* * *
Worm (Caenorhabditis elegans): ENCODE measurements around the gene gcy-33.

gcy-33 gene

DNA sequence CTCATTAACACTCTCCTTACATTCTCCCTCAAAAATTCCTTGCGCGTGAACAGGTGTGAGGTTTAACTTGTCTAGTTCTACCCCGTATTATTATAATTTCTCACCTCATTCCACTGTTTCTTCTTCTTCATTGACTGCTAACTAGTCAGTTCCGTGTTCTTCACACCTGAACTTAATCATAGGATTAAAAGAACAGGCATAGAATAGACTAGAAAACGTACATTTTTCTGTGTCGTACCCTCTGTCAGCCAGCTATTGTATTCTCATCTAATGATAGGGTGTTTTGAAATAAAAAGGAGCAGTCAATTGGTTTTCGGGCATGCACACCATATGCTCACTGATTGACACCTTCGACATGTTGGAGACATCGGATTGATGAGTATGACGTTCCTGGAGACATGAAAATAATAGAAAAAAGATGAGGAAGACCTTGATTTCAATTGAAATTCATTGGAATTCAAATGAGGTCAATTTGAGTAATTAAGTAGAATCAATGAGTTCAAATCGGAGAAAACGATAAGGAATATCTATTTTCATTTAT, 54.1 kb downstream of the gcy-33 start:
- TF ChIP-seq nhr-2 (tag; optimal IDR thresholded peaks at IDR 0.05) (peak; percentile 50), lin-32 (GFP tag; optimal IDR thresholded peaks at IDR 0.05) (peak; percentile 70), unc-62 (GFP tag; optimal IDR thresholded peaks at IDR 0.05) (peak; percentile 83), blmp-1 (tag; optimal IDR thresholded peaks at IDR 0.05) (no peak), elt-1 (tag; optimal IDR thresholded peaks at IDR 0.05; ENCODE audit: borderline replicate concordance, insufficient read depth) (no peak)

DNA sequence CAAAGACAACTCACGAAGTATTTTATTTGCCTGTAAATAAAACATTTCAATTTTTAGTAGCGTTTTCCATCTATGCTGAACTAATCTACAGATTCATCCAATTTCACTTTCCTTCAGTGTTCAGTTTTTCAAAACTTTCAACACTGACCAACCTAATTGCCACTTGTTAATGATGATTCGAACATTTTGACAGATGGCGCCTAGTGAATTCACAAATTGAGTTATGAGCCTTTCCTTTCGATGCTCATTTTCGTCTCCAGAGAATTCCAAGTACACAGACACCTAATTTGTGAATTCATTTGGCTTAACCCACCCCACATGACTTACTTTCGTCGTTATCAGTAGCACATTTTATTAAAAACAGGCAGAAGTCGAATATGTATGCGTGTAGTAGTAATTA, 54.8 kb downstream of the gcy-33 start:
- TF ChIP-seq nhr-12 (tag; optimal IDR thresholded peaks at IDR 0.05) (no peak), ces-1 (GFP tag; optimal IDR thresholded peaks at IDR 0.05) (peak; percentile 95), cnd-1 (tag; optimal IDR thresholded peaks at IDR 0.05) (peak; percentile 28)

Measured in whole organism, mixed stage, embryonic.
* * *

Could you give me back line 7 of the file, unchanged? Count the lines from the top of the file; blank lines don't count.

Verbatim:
Measured in whole organism, mixed stage, embryonic.